- Refer to the PCCN Practice Questions for a comprehensive list of qualifying requirements.
The test is graded against a predefined score, so you must achieve a particular amount to pass. An exam development committee determines this score. This committee meticulously reviews each test question and defines the fundamental knowledge required of an examinee. To pass the PCCN test, you must have a minimum score of 68 out of 100.
The exam costs differently for AACN members and nonmembers:
If you are taking the exam for the first time, the price is as follows:
- AACN Members: $185
- Nonmember: $285
The price for retaking the exam is as follows:
- AACN Members: $135
- Nonmembers: $215
- RN license that is active and unrestricted
- In three years, a minimum of 432 hours of direct care in an acute setting
- Completing the necessary CE hours or retaking the PCCN test.
Every three years, nurses must renew their PCCN accreditation.
PCCN nurses can recertify by completing Synergy CERPs (continuing education credits) or retaking the test. They can also opt to be Inactive, Retired, or Alumni.
- Recertification through continuing education contact hours necessitates the completion of 100 contact hours through the Continuing Education Recognition Point (CERP) Program.
- Recertification via exam necessitates that nurses reapply, repeat, and pass the PCCN exam.
- Inactive status permits PCCN nurses who do not satisfy standards to keep their certification for up to three years rather than losing it.
AACN Members: $150
Recertification by exam: $140 for AACN Members, $220 for Non-members
How to earn a PCCN certification
Apply for the exam
You will most likely take the exam on a computer at one of the country’s more than 300 testing centers. For group assessment, paper and pencil tests are provided.
To take the computer-based exam, go to the American Association of Critical-Care Nurses website and register online.
- Make sure you have the following goods on hand:
Your license number and expiration date as an RN or APRN
- Your clinical supervisor’s name, address, phone number, and email address, as well as the name, address, phone number, and email address of a colleague (RN or supervisor) who can verify your practice eligibility.
- A credit card is required (the exam costs $195 for AACN members and $300 for non-members). Your application will be reviewed on the same day!
Paper applications are necessary for paper-and-pencil tests, group applications, and testing outside the United States.
To apply for a paper exam, follow the procedures below:
- Fill out the application and honor statement available in the PCCN® Exam Handbook.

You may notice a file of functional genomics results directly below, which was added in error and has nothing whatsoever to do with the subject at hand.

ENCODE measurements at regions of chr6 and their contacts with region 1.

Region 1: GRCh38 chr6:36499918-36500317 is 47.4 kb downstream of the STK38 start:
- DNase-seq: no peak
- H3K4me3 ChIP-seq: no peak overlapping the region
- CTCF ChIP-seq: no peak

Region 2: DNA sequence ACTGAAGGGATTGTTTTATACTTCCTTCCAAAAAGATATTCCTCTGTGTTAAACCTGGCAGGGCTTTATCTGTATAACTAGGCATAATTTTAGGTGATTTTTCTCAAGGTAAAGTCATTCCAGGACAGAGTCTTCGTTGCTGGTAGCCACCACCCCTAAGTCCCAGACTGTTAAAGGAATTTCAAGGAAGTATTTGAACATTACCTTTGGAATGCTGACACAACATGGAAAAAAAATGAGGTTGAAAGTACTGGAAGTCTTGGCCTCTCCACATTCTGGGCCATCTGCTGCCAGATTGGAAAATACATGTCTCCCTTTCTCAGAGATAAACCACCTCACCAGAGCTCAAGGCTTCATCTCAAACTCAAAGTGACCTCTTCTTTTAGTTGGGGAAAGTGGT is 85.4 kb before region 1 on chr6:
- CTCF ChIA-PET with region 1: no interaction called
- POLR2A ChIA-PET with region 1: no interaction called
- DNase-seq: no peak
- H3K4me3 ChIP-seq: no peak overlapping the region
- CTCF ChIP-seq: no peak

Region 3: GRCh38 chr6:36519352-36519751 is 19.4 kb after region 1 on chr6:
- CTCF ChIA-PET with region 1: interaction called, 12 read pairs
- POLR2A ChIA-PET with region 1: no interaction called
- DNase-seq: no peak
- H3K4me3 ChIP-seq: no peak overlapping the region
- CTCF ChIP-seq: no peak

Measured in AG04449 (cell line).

- Include your payment information in the application, either by credit card, cheque, or money order (the test costs $195 for members and $300 for non-members).
Take the exam
After you apply, you will receive an email informing you that your application has been processed. Following that email, you will get another email from AACN’s testing facility with more information 5 to 10 days later. This information includes your test identification number as well as your 90-day window for scheduling your exam.
You should book your exam day and time as soon as you receive the email with your exam identification number. Remember that your exam date must fall within the 90-day window that was assigned to you.
Get the certification
If you passed your exam, you should get your certificate in the mail within 3 to 4 weeks. Those who took a paper and pencil exam will receive their results in the mail three to four weeks after taking the exam.
How to prepare for the PCCN exam?
- Understand the test: Familiarize yourself with the American Association of Critical-Care Nurses’ PCCN test subject overview. This outline will provide you with an overview of the exam subjects and their weightage.
- Make a study plan: Create a comprehensive study schedule in which you assign time to each topic based on its relevance as well as your individual skills and shortcomings. Set realistic study goals and create a consistent study regimen that works for you. The PCCN exam focuses on advanced progressive care nursing knowledge and abilities. Examine fundamental principles in hemodynamics, circulatory, respiratory, neurologic, gastrointestinal, and endocrine systems, as well as pharmacology, ethics, and professional problems.